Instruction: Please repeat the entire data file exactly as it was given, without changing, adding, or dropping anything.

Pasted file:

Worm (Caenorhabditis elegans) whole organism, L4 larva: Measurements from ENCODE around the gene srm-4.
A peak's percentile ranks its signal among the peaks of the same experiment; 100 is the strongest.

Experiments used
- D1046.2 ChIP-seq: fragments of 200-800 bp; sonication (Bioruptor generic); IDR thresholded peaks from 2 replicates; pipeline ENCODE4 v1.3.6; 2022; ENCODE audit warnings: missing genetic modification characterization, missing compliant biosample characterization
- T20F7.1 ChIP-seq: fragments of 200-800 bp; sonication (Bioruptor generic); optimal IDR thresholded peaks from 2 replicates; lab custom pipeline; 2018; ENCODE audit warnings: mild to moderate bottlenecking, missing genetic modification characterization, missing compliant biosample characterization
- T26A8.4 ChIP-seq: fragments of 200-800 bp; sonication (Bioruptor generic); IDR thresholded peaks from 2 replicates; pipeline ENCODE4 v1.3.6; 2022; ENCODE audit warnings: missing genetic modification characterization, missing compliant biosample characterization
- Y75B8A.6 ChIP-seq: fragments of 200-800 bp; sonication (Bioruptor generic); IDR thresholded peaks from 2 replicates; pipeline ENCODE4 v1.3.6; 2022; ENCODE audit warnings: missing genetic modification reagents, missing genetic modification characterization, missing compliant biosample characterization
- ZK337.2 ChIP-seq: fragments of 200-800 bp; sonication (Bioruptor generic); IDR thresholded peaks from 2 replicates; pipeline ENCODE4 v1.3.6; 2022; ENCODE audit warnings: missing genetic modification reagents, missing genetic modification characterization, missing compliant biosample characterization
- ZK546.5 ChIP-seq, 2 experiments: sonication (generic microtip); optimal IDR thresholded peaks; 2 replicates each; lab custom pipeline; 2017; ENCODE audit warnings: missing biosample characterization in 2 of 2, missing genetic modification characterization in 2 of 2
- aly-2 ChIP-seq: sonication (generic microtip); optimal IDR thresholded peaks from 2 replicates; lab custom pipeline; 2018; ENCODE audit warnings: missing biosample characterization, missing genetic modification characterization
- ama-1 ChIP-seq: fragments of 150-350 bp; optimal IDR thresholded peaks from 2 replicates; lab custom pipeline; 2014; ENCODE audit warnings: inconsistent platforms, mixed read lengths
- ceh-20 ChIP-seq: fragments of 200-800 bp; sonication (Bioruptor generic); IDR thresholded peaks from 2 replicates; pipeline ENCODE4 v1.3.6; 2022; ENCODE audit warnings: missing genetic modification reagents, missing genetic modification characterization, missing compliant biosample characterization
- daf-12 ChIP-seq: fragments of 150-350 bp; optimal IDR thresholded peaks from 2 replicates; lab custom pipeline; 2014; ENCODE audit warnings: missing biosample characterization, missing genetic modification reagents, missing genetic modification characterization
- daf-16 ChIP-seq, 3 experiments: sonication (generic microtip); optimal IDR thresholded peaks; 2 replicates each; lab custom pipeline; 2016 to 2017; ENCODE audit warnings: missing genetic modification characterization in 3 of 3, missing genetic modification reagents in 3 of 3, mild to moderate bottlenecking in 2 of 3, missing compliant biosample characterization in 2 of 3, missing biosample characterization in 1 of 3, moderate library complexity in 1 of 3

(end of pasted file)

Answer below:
Worm (Caenorhabditis elegans) whole organism, L4 larva: Measurements from ENCODE around the gene srm-4.
A peak's percentile ranks its signal among the peaks of the same experiment; 100 is the strongest.

Experiments used
- D1046.2 ChIP-seq: fragments of 200-800 bp; sonication (Bioruptor generic); IDR thresholded peaks from 2 replicates; pipeline ENCODE4 v1.3.6; 2022; ENCODE audit warnings: missing genetic modification characterization, missing compliant biosample characterization
- T20F7.1 ChIP-seq: fragments of 200-800 bp; sonication (Bioruptor generic); optimal IDR thresholded peaks from 2 replicates; lab custom pipeline; 2018; ENCODE audit warnings: mild to moderate bottlenecking, missing genetic modification characterization, missing compliant biosample characterization
- T26A8.4 ChIP-seq: fragments of 200-800 bp; sonication (Bioruptor generic); IDR thresholded peaks from 2 replicates; pipeline ENCODE4 v1.3.6; 2022; ENCODE audit warnings: missing genetic modification characterization, missing compliant biosample characterization
- Y75B8A.6 ChIP-seq: fragments of 200-800 bp; sonication (Bioruptor generic); IDR thresholded peaks from 2 replicates; pipeline ENCODE4 v1.3.6; 2022; ENCODE audit warnings: missing genetic modification reagents, missing genetic modification characterization, missing compliant biosample characterization
- ZK337.2 ChIP-seq: fragments of 200-800 bp; sonication (Bioruptor generic); IDR thresholded peaks from 2 replicates; pipeline ENCODE4 v1.3.6; 2022; ENCODE audit warnings: missing genetic modification reagents, missing genetic modification characterization, missing compliant biosample characterization
- ZK546.5 ChIP-seq, 2 experiments: sonication (generic microtip); optimal IDR thresholded peaks; 2 replicates each; lab custom pipeline; 2017; ENCODE audit warnings: missing biosample characterization in 2 of 2, missing genetic modification characterization in 2 of 2
- aly-2 ChIP-seq: sonication (generic microtip); optimal IDR thresholded peaks from 2 replicates; lab custom pipeline; 2018; ENCODE audit warnings: missing biosample characterization, missing genetic modification characterization
- ama-1 ChIP-seq: fragments of 150-350 bp; optimal IDR thresholded peaks from 2 replicates; lab custom pipeline; 2014; ENCODE audit warnings: inconsistent platforms, mixed read lengths
- ceh-20 ChIP-seq: fragments of 200-800 bp; sonication (Bioruptor generic); IDR thresholded peaks from 2 replicates; pipeline ENCODE4 v1.3.6; 2022; ENCODE audit warnings: missing genetic modification reagents, missing genetic modification characterization, missing compliant biosample characterization
- daf-12 ChIP-seq: fragments of 150-350 bp; optimal IDR thresholded peaks from 2 replicates; lab custom pipeline; 2014; ENCODE audit warnings: missing biosample characterization, missing genetic modification reagents, missing genetic modification characterization
- daf-16 ChIP-seq, 3 experiments: sonication (generic microtip); optimal IDR thresholded peaks; 2 replicates each; lab custom pipeline; 2016 to 2017; ENCODE audit warnings: missing genetic modification characterization in 3 of 3, missing genetic modification reagents in 3 of 3, mild to moderate bottlenecking in 2 of 3, missing compliant biosample characterization in 2 of 3, missing biosample characterization in 1 of 3, moderate library complexity in 1 of 3